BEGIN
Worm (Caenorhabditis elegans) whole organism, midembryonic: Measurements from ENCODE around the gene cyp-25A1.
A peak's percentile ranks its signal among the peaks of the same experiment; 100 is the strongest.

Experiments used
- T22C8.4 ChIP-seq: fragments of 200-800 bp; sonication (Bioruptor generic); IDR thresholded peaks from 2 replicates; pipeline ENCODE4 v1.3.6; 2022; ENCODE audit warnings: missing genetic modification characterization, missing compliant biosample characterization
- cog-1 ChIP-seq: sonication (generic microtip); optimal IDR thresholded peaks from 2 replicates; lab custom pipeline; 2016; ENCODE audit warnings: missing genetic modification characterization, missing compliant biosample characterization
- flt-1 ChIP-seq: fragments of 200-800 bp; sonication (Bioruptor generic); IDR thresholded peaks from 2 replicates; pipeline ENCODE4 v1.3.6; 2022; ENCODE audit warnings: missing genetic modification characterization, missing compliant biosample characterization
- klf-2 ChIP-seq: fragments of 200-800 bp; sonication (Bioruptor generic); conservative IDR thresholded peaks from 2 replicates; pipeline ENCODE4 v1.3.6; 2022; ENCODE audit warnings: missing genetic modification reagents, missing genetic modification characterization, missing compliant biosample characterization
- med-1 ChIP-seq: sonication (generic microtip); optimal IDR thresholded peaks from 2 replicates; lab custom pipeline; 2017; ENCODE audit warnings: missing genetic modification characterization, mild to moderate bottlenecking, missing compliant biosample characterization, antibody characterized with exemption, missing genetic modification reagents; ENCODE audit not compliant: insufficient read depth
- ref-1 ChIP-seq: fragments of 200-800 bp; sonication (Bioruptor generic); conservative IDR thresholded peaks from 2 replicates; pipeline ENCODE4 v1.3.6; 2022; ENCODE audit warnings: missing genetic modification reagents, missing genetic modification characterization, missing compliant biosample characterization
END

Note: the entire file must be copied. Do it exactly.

Worm (Caenorhabditis elegans) whole organism, midembryonic: Measurements from ENCODE around the gene cyp-25A1.
A peak's percentile ranks its signal among the peaks of the same experiment; 100 is the strongest.

Experiments used
- T22C8.4 ChIP-seq: fragments of 200-800 bp; sonication (Bioruptor generic); IDR thresholded peaks from 2 replicates; pipeline ENCODE4 v1.3.6; 2022; ENCODE audit warnings: missing genetic modification characterization, missing compliant biosample characterization
- cog-1 ChIP-seq: sonication (generic microtip); optimal IDR thresholded peaks from 2 replicates; lab custom pipeline; 2016; ENCODE audit warnings: missing genetic modification characterization, missing compliant biosample characterization
- flt-1 ChIP-seq: fragments of 200-800 bp; sonication (Bioruptor generic); IDR thresholded peaks from 2 replicates; pipeline ENCODE4 v1.3.6; 2022; ENCODE audit warnings: missing genetic modification characterization, missing compliant biosample characterization
- klf-2 ChIP-seq: fragments of 200-800 bp; sonication (Bioruptor generic); conservative IDR thresholded peaks from 2 replicates; pipeline ENCODE4 v1.3.6; 2022; ENCODE audit warnings: missing genetic modification reagents, missing genetic modification characterization, missing compliant biosample characterization
- med-1 ChIP-seq: sonication (generic microtip); optimal IDR thresholded peaks from 2 replicates; lab custom pipeline; 2017; ENCODE audit warnings: missing genetic modification characterization, mild to moderate bottlenecking, missing compliant biosample characterization, antibody characterized with exemption, missing genetic modification reagents; ENCODE audit not compliant: insufficient read depth
- ref-1 ChIP-seq: fragments of 200-800 bp; sonication (Bioruptor generic); conservative IDR thresholded peaks from 2 replicates; pipeline ENCODE4 v1.3.6; 2022; ENCODE audit warnings: missing genetic modification reagents, missing genetic modification characterization, missing compliant biosample characterization